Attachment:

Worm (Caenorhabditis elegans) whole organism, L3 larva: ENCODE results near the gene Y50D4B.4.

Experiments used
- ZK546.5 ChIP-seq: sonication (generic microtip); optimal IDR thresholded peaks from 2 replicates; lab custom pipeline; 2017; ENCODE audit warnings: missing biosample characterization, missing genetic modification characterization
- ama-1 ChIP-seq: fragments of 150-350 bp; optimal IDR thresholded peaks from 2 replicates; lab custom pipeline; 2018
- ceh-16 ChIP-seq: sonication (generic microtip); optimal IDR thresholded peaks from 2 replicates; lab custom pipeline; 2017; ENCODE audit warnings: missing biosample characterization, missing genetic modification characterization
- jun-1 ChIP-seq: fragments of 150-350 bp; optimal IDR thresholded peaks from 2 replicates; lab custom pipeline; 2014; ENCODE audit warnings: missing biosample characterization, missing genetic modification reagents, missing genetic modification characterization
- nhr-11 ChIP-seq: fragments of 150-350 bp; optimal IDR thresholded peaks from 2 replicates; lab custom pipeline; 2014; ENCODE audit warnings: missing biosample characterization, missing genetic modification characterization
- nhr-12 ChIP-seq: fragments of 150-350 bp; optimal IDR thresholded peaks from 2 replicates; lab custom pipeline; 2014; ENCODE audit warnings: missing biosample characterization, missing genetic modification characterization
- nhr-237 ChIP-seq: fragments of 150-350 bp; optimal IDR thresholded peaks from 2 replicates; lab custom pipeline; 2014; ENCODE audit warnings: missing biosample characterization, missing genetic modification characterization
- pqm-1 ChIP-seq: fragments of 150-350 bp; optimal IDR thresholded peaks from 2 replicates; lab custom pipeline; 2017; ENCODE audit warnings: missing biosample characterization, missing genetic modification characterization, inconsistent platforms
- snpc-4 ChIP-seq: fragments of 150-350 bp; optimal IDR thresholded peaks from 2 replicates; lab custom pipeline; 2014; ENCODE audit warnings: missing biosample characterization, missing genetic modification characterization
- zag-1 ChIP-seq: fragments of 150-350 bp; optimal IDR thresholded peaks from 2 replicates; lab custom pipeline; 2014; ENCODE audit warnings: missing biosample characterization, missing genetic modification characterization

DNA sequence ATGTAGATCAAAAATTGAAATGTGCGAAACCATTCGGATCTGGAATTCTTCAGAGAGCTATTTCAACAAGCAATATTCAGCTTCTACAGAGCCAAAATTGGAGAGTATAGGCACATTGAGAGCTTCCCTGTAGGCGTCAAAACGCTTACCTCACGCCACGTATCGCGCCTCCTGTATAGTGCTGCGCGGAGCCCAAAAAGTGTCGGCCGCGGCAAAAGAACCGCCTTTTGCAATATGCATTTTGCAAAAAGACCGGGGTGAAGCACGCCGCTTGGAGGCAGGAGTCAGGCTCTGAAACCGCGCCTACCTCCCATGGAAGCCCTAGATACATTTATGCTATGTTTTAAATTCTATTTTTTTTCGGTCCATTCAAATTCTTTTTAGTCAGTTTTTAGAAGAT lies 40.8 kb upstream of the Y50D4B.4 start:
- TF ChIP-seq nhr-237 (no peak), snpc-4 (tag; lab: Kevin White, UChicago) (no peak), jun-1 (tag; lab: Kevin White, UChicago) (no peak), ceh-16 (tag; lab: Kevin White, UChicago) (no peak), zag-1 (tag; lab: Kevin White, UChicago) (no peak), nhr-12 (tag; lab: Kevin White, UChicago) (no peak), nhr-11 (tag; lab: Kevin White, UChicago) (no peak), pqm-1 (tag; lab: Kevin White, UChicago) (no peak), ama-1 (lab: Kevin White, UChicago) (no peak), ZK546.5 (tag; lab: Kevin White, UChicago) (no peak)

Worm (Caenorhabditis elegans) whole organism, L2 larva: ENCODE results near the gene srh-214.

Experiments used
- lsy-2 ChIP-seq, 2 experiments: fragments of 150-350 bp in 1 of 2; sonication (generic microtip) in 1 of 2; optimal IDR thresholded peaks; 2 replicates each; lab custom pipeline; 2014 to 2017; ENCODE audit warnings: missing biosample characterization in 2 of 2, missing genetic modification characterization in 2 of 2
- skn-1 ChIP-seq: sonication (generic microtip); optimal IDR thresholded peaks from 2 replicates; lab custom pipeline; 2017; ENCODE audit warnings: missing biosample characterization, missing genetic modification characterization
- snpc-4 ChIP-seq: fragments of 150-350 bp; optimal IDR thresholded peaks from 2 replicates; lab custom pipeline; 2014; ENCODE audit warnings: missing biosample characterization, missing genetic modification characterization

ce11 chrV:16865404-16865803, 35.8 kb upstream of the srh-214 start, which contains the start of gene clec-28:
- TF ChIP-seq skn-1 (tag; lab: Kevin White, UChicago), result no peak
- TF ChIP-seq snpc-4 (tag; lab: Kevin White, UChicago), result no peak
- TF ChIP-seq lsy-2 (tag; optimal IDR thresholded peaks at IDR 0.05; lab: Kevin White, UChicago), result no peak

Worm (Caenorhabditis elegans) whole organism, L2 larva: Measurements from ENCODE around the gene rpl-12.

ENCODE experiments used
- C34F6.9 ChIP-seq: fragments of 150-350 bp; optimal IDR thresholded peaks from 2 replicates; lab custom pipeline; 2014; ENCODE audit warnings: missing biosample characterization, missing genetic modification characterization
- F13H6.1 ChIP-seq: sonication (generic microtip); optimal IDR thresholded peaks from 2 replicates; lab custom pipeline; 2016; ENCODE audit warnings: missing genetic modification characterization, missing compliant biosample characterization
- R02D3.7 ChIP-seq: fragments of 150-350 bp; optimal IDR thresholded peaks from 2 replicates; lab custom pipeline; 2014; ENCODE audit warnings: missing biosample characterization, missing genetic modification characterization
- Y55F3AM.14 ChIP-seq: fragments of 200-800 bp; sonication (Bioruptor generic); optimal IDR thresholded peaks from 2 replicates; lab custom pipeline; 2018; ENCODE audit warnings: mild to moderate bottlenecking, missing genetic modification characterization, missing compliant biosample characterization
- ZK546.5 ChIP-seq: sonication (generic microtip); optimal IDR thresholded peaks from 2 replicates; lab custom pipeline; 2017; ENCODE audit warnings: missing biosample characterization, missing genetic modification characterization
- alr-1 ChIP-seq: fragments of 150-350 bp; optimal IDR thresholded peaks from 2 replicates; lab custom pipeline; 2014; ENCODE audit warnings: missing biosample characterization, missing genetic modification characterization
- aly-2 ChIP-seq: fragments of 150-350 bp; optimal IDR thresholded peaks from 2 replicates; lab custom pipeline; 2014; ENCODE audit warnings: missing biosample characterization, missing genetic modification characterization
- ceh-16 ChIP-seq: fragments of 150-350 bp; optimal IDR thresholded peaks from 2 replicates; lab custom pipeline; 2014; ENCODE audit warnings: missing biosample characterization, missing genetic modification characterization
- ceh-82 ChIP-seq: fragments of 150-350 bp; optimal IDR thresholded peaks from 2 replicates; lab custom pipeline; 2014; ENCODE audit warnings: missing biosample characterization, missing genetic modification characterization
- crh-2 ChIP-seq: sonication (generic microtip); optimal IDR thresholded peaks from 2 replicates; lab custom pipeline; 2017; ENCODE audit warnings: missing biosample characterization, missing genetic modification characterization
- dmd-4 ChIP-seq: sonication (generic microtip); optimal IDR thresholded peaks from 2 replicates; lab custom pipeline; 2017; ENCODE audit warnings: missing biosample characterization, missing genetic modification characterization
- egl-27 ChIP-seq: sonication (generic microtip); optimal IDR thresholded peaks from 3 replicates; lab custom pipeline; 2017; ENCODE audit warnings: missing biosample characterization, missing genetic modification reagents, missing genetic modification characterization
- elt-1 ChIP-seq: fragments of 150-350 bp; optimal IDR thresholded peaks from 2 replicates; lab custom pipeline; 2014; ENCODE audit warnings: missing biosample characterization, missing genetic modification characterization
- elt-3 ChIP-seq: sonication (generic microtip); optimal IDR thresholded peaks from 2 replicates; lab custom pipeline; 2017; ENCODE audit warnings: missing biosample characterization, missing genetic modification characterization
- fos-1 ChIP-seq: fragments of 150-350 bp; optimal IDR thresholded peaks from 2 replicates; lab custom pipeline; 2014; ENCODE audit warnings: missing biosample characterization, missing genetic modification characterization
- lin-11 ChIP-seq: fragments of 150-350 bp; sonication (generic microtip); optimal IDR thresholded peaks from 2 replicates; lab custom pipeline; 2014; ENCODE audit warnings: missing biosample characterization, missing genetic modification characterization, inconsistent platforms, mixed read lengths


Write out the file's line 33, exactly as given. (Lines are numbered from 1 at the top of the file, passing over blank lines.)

- ceh-16 ChIP-seq: fragments of 150-350 bp; optimal IDR thresholded peaks from 2 replicates; lab custom pipeline; 2014; ENCODE audit warnings: missing biosample characterization, missing genetic modification characterization